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George Espinola

George Espinola, architect and architectural historian, died suddenly on December 20, 2010 at the age of 49. His untimely passing was caused by an apparent heart attack. His immediate family included his wife, his two sons (one married) and one grandson. George was one of six children from a Portuguese family who settled in the city of Santa Clara before WWII. 


George was an authority on the architectural work of Frank Delos Wolfe and Charles McKenzie, and George’s research on them was published in 2004 as “Cottages, Flats, Buildings & Bungalows: 102 Designs from Wolfe & McKenzie”. This book is already a classic and has become a basic reference for history researchers in Santa Clara County.

I have known George so long that I cannot really recall how we met. We were probably introduced through a reference librarian at the old California History Room when the library was on West San Carlos Street. I know it must have been more than twenty five years ago; it seems like I have known him forever.


I met George because he was working in the California History Room every Monday night, meticulously searching the microfilmed newspapers for any scrap of information about Frank Wolfe and his possible relationship with Frank Lloyd Wright. George, a graduate of the architecture department at Cal Poly in San Luis Obispo, was enamored of Frank Lloyd Wright. George had a theory that there was a direct connection between Wright and Wolfe. George had always been interested in buildings and had noted a number of Santa Clara Valley houses that were reflections of Wright’s important Prairie style. 


The reference librarian introduced us. It might have been John Kensit or perhaps George Kobiyashi, both local history enthusiasts themselves. The librarians knew that I had been working on the background of all the houses in Naglee Park, a neighborhood adjacent to San Jose State, and knew George and I had a lot in common.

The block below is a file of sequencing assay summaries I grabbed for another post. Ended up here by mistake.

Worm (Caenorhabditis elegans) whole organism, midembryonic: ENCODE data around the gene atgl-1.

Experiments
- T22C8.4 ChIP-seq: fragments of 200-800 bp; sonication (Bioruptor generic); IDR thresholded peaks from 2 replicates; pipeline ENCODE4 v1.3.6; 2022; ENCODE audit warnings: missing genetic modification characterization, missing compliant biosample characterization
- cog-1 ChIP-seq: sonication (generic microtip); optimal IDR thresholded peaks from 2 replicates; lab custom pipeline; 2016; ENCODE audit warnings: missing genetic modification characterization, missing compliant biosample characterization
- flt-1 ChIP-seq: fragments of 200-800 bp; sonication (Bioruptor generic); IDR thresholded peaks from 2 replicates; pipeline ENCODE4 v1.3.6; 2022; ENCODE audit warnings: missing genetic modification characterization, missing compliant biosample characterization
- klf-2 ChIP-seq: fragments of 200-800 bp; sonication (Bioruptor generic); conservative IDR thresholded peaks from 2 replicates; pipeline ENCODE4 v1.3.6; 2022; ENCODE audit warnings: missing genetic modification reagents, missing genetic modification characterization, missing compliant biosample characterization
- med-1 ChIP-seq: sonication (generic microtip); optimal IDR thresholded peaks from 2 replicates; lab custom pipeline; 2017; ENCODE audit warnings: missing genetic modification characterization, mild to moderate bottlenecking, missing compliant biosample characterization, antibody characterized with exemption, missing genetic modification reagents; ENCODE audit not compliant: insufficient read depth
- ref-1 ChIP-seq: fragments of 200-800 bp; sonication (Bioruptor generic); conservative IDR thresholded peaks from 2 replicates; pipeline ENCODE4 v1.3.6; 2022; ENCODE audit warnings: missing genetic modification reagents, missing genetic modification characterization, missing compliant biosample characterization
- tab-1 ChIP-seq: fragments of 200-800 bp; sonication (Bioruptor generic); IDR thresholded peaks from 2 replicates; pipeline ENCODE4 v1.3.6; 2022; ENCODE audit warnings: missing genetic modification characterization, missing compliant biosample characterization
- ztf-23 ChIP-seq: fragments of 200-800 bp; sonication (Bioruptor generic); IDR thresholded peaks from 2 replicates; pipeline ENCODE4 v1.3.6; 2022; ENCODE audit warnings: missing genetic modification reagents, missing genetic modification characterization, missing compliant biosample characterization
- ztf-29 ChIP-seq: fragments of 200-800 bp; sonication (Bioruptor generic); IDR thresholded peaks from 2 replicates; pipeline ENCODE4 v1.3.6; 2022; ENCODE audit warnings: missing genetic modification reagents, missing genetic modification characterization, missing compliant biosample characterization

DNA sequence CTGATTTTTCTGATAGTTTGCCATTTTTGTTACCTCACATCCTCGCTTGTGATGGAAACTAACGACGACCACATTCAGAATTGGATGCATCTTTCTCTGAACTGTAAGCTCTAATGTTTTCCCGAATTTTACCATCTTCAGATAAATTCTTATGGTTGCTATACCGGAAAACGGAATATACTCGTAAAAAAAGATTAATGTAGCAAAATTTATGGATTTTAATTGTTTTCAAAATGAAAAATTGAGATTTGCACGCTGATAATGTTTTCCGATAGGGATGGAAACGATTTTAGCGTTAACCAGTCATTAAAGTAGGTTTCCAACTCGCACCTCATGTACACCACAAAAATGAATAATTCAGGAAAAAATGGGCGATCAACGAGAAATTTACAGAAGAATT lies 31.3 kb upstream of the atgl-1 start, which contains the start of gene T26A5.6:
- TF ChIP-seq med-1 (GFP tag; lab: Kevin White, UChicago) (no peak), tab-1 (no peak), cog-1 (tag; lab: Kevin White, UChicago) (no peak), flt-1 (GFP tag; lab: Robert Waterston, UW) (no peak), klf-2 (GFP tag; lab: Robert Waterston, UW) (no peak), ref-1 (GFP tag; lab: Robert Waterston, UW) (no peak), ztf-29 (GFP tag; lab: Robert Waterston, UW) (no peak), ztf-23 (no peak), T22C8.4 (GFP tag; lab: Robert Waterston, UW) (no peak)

George had already found a copy of the famous Wolfe & McKenzie pattern book, the Book of Designs, in the state library in Sacramento and photocopied a working copy for himself. I had already spent many hours in the County Recorder’s Office listing all of the certificates of completion for San Jose houses built between 1900 and 1910, so when the two of us got together, we discovered we had a large and important pool of primary data. I finally just handed George my notebook, as sloppy and as incomplete as it was, because I had construction dates and locations of scores of Wolfe & McKenzie houses in San Jose. 

Back then, I don’t think George had any idea how big a job lay before him. He might have thought the Book of Designs contained all of the best Wolfe & McKenzie buildings, and once researched, he would have a good grasp of the subject. He went on to learn that Frank Delos Wolfe and Charles S. McKenzie had not only created hundreds of houses but scores of significant business buildings as well. And he went on to find out that the Wolfe family included three generations of local builders and designers, and had made a substantial contribution to the built environment of San Jose.


So way back then, George set off on his research journey and I continued on mine. In addition to his interest in Wolfe & McKenzie, he would call from time to time to share other interesting discoveries. He knew that I was a research historian and he was always very generous with information that he knew would be helpful.